Spannered by Bert Random
Spannered is the first release by a new small press from Bristol, which specialises in beautiful books about underground parties, the spirit of protest, and life outside the mainstream. Louder Than War writer Jules Boyle has been reading it for and below are his thoughts on this “raw, funny, and moving book”.
Drugs are fun. If they weren’t, nobody would take them. Saying that, there’s few things less fun than listening to someone tell you about taking drugs. It’s such a personal experience that the best night of their lives can easily turn into the most boring five minutes of yours.
So it makes it all the more surprising that Spannered is such a joy to read. Bert Random’s novella is a first-person snapshot of the early / mid ’90s free-party scene, perfectly capturing the era when the beats got faster and the drugs got cheaper.
Naming each chapter after one of the big tunes of the time (The Pump Panel – Ego Acid, Hardfloor – Acperience etc…), Random vividly evokes the atmosphere of a chaotic weekender. From the anticipation of approaching the secret party location to the final, blissed-out afterglow as the narrator passes out in bed, the story plays out to a techno backing track.
Anyone who spent any time on the scene at all will recognise the characters and scenarios that are played out across the tight 110 pages. “Old ’92 ravers out of retirement, house divas in fake fur, indie kids and students, travellers, punks and dreads” all drift in and out of focus as our hero scores, dances and generally wanders around a dirty warehouse that might collapse at any point, but for a few magical hours is transformed into the only place to be.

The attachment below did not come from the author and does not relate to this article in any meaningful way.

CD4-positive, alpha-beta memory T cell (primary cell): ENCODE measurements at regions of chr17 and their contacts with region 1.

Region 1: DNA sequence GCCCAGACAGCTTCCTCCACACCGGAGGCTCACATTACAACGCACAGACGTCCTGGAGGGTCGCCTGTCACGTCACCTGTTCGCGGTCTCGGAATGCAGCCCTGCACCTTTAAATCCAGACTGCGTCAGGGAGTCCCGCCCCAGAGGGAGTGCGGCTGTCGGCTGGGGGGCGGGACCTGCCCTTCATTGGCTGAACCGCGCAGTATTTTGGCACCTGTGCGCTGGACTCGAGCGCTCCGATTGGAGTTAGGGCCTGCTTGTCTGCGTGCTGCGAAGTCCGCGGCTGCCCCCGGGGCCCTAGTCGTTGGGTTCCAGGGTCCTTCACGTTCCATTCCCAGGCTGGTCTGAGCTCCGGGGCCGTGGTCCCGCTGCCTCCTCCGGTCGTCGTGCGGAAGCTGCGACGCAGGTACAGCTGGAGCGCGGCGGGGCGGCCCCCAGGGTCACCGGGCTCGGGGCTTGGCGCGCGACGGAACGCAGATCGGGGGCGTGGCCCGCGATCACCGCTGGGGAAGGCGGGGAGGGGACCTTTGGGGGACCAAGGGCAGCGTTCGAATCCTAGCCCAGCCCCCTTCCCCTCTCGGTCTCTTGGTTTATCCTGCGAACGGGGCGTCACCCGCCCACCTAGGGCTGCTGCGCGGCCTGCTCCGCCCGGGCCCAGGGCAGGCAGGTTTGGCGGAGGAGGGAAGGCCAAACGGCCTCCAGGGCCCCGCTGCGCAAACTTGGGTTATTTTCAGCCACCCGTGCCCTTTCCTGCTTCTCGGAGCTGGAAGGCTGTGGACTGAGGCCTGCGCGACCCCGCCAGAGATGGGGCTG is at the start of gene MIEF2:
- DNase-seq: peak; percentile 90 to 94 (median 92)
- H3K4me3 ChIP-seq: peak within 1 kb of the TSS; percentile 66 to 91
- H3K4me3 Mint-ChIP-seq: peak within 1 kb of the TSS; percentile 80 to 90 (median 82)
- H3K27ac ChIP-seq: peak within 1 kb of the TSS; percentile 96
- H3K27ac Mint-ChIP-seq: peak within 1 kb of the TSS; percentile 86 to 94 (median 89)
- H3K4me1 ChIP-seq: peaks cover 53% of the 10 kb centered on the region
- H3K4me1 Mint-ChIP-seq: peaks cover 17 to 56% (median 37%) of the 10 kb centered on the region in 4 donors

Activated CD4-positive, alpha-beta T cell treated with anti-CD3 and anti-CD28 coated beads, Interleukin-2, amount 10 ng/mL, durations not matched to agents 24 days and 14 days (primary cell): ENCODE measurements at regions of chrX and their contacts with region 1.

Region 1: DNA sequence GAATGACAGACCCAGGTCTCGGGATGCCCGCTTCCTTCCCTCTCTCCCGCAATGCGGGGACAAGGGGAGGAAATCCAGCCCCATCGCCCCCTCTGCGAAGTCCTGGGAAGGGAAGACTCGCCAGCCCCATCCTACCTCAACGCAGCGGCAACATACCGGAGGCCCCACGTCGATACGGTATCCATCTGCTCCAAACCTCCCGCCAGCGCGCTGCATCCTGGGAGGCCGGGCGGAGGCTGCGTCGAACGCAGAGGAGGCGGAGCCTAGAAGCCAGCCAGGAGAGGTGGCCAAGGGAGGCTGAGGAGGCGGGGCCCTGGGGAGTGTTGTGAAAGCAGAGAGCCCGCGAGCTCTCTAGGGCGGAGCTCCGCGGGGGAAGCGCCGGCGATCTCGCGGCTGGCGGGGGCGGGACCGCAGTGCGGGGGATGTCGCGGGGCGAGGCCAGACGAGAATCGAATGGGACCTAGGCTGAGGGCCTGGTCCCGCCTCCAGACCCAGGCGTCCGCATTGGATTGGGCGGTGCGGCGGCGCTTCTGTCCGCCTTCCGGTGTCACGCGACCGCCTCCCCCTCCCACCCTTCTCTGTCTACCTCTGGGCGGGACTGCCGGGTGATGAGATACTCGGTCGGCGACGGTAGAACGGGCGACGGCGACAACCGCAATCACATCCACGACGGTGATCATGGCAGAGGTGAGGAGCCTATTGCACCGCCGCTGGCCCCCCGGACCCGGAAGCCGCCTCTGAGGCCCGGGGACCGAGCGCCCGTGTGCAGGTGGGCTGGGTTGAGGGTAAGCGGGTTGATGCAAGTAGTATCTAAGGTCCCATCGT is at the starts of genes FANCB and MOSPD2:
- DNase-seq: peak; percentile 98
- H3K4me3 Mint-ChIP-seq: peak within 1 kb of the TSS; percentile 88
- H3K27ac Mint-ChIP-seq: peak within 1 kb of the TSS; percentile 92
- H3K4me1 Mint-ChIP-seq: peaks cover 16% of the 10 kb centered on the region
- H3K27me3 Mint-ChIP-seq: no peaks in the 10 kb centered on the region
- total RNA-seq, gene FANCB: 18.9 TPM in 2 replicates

It’s all brilliantly observed or recalled, like the description of the social order of the “boys with bags”:
“There are a crowd of other DJs hanging around behind the decks, chatting and drinking and waiting to snake their way on for play…a mostly good-natured, sometimes snidey ecosystem with politics all of its own.”
Where Random really excels though, is in evoking the visceral feel of the music through the altered perception of a bucketload of drugs. The clanking thump of the 909 and 808 drums, the delirious squelch of the 303, the impact of a hi-hat dropping in and out, the breakdown that goes on forever, the kick-in that feels like a bomb going off in your head, Random just *nails it*. Page after page, he acknowledges that the story he’s spinning revolved around the music. The drugs, the friendships, the adventures, all of that came as a byproduct to thee infinite beat.
Full disclosure: Bert also writes for Louder Than War and you can find his author archive here.
All words by Jules Boyle. More writing by Jules can be found here.